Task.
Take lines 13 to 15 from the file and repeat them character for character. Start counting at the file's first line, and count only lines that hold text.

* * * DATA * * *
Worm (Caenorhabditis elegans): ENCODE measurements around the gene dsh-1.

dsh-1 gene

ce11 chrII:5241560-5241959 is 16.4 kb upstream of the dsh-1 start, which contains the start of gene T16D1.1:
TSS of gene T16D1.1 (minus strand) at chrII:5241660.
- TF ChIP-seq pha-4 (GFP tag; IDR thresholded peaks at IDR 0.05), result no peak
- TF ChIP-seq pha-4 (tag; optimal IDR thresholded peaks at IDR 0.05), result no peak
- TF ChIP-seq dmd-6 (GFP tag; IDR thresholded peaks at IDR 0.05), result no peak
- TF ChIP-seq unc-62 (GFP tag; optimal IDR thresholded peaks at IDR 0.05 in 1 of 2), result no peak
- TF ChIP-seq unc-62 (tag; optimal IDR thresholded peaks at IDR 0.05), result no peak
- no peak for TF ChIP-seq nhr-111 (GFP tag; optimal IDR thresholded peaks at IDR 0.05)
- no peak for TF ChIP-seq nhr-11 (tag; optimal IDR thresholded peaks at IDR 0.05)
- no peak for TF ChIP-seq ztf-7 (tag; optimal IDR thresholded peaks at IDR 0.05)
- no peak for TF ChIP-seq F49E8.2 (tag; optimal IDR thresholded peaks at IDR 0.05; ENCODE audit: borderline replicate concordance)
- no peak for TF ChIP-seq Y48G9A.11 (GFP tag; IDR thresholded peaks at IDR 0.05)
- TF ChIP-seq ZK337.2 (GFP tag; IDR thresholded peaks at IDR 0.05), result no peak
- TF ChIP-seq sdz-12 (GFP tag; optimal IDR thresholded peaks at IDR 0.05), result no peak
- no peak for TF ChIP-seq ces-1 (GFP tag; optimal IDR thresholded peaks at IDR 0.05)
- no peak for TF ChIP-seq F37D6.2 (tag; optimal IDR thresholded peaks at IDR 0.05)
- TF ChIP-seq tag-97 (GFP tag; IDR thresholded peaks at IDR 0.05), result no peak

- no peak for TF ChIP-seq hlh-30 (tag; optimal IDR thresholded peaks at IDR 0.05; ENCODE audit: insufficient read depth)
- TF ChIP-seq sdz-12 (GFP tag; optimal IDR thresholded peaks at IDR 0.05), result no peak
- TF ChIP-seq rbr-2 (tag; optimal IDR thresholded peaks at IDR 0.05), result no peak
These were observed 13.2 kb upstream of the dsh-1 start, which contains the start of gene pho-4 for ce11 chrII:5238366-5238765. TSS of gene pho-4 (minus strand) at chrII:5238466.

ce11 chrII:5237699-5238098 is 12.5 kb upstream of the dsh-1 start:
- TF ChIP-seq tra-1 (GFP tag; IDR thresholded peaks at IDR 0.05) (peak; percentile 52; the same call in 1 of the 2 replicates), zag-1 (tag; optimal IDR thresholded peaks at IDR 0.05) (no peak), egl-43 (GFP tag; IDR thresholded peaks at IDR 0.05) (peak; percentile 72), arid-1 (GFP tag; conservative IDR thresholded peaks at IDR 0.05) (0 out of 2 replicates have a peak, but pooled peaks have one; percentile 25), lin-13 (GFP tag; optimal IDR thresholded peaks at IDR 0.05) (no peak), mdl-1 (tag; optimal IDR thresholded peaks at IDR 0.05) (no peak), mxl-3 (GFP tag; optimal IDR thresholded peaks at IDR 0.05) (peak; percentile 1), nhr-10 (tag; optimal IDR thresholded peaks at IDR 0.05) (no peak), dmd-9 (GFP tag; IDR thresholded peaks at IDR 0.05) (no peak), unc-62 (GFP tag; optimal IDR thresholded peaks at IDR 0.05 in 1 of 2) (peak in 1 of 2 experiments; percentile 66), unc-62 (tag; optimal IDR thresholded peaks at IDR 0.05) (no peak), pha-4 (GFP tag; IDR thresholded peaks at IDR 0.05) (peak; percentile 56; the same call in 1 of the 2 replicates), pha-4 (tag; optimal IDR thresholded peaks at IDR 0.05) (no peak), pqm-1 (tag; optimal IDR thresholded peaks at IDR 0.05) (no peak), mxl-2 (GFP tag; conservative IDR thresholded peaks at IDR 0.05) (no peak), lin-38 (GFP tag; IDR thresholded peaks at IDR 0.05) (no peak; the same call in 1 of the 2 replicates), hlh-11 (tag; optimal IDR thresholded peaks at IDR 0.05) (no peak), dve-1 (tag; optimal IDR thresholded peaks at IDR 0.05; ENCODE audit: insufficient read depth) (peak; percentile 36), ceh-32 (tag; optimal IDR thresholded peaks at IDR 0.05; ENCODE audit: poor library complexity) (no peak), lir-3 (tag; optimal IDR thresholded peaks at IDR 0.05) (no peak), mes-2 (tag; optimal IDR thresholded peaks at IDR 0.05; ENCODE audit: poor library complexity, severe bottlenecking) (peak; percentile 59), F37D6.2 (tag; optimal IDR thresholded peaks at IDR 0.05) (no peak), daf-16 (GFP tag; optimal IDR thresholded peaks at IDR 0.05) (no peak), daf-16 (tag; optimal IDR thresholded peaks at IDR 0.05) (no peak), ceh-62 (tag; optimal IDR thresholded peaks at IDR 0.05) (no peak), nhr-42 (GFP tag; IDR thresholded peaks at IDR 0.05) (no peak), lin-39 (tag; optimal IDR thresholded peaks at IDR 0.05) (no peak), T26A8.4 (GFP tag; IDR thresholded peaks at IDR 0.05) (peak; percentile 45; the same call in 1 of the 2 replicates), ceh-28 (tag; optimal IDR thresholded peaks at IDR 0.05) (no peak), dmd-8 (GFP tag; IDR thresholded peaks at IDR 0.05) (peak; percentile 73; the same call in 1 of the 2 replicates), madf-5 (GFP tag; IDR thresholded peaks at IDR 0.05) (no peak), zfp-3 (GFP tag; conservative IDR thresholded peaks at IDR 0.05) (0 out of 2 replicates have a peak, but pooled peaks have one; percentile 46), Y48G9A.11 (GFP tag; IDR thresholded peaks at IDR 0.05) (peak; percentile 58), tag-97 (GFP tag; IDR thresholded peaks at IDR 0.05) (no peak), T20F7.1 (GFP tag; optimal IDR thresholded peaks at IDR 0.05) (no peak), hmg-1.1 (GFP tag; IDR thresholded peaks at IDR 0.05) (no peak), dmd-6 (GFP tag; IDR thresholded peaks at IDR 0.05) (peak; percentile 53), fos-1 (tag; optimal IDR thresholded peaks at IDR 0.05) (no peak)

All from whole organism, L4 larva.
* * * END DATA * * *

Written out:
- no peak for TF ChIP-seq F49E8.2 (tag; optimal IDR thresholded peaks at IDR 0.05; ENCODE audit: borderline replicate concordance)
- no peak for TF ChIP-seq Y48G9A.11 (GFP tag; IDR thresholded peaks at IDR 0.05)
- TF ChIP-seq ZK337.2 (GFP tag; IDR thresholded peaks at IDR 0.05), result no peak